There's been a lot of talk this offseason about the Dallas Cowboys offense and what they need to do to be better. A lot of that talk has been centered around the wide receiver group and the tight ends as the most glaring question marks for the Cowboys offense.
As we look back to the 2017 season, it's easy to see that the Dallas Cowboys have a tremendous offensive foundation from which to build on.
Also, statistics don't tell the whole story. They're a part of the whole when analyzing the productivity and efficiency of an NFL team. Anyone who watched the Dallas Cowboys in the second half of the season will tell you that they struggled and they weren't good.
The fact that they were bad on offense in the second half of the season makes what I'm about to show you even more remarkable.
How the Dallas Cowboys Stacked Up In 2017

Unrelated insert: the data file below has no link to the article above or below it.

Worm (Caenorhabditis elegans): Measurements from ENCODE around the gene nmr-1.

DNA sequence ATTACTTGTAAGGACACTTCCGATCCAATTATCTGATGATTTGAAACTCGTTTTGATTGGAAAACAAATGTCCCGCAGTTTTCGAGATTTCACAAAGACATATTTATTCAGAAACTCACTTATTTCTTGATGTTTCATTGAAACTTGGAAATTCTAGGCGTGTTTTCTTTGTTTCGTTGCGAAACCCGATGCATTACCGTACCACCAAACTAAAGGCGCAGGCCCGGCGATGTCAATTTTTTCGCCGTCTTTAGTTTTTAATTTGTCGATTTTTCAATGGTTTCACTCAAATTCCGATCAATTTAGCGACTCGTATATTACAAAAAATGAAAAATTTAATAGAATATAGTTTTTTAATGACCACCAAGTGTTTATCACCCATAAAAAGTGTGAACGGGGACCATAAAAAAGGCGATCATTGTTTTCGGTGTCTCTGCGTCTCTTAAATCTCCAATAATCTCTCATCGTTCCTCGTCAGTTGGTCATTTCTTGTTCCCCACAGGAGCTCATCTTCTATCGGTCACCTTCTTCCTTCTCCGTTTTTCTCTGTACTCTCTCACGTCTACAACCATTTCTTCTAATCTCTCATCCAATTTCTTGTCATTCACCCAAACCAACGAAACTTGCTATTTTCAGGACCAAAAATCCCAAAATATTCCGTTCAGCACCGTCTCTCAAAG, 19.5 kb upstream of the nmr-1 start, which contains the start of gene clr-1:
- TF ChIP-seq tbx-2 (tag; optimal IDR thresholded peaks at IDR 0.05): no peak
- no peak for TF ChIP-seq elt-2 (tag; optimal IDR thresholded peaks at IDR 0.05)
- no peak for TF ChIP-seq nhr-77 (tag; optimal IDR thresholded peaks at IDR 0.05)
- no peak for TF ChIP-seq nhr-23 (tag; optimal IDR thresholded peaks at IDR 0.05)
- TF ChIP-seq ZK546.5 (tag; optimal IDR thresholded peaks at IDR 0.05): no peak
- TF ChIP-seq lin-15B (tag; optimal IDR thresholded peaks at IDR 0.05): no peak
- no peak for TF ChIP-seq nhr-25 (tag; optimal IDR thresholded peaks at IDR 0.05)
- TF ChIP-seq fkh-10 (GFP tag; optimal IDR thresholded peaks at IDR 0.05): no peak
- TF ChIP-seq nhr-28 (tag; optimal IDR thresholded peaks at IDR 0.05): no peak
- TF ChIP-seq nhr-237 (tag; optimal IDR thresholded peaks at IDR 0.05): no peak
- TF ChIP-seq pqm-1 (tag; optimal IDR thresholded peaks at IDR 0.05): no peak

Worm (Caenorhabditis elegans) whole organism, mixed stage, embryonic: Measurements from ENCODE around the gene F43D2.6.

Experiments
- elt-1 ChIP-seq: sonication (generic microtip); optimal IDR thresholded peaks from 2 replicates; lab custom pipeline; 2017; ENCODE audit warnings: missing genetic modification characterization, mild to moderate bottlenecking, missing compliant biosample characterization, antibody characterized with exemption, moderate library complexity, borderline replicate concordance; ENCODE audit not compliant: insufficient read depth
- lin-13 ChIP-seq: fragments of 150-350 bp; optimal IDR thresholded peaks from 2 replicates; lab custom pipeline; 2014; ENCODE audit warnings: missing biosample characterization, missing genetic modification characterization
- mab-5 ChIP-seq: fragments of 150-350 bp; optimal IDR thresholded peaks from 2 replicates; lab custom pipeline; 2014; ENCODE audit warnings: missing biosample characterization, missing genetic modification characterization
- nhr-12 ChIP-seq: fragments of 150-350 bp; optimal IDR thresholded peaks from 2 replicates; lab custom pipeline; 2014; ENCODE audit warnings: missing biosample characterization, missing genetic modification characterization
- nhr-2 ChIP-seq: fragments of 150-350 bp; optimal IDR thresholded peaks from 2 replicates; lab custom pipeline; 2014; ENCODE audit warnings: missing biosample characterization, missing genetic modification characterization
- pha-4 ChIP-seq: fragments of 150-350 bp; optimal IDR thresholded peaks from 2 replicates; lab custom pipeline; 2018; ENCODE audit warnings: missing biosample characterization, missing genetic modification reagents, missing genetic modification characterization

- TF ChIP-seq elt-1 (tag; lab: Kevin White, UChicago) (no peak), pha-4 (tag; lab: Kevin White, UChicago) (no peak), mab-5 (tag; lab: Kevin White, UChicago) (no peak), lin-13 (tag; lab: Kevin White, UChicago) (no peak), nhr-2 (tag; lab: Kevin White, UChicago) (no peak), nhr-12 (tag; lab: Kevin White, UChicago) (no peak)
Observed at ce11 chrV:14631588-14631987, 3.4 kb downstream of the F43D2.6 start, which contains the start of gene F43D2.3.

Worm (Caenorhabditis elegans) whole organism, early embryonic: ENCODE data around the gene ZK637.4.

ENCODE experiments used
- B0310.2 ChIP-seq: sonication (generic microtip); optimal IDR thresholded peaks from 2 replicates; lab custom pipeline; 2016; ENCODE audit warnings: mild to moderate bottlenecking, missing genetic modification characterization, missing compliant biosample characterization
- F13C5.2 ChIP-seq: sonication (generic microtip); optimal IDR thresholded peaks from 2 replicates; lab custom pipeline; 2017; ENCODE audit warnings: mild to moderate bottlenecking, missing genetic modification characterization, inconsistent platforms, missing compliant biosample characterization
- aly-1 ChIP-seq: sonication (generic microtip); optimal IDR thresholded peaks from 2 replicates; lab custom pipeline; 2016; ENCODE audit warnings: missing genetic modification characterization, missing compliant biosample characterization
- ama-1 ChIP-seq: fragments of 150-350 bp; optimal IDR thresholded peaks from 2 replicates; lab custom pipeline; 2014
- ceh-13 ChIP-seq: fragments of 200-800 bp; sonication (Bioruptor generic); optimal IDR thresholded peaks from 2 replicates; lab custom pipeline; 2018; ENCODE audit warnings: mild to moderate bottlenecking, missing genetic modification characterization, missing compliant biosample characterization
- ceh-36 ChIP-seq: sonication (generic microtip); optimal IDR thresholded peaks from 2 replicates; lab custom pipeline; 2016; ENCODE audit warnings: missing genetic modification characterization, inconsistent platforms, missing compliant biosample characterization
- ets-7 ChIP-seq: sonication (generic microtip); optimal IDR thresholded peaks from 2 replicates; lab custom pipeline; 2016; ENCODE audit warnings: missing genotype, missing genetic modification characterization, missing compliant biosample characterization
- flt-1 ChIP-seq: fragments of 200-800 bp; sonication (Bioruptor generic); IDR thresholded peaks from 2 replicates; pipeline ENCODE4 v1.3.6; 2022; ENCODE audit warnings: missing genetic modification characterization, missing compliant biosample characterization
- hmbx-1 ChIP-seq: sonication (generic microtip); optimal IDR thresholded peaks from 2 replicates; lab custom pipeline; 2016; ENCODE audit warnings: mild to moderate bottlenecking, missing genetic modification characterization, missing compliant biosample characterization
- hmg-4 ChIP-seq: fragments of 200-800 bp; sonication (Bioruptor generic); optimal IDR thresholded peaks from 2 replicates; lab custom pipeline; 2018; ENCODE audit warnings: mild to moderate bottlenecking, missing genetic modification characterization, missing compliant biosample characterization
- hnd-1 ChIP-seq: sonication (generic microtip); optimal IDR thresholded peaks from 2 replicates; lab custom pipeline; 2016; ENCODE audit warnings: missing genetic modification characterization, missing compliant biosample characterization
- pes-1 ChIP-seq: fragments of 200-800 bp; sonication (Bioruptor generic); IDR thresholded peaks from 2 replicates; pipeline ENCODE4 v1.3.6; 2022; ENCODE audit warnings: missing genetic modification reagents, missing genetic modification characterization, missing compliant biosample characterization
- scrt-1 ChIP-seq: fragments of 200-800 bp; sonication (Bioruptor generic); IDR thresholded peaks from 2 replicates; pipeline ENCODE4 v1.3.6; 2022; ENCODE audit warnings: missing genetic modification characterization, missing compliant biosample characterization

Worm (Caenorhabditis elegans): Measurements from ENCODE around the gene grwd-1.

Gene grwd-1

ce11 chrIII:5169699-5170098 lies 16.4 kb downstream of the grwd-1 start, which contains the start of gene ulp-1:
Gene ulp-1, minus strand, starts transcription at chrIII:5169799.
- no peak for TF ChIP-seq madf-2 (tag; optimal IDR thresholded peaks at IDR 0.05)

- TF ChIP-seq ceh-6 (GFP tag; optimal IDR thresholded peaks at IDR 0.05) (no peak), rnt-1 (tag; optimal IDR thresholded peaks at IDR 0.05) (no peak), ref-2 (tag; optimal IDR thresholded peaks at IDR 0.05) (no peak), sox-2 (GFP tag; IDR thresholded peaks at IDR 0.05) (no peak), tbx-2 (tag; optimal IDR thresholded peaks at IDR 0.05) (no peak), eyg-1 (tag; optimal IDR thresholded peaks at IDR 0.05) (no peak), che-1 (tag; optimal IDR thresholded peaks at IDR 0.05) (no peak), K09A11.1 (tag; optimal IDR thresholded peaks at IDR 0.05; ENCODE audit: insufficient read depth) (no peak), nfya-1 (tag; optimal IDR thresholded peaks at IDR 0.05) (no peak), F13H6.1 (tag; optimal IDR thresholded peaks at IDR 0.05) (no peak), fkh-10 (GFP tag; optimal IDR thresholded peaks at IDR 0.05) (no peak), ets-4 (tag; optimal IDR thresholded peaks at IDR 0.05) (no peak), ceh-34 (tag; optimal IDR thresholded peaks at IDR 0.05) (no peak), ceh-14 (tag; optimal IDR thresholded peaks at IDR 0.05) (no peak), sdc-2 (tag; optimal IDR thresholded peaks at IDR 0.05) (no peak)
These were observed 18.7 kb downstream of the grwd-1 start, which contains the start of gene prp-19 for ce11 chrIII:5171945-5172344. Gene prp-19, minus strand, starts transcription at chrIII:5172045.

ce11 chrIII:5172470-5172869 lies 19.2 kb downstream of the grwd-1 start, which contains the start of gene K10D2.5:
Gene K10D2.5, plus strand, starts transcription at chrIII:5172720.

Plays Per Game - In plays per game, the Dallas Cowboys ranked 18th. That isn't surprising considering the style of offense they play. As a run first, control the clock team, they'll likely never led the league in plays run per game on offense. It just isn't their nature.
Run:Pass Ratio - This statistic won't surprise Cowboys Nation at all, as the Dallas Cowboys were third in the NFL in rushing percentage. Only the Jacksonville Jaguars and the Buffalo Bills ran the ball at a higher percentage than the Dallas Cowboys.
The Cowboys ran it 47.9% of the time while throwing it 52.1% of the time.
In total run and pass plays per game, the Dallas Cowboys had the fifth most runs per game and the third fewest passing plays per game. Those numbers are exactly what they want to be on offense. I'd imagine 2018 looking similar.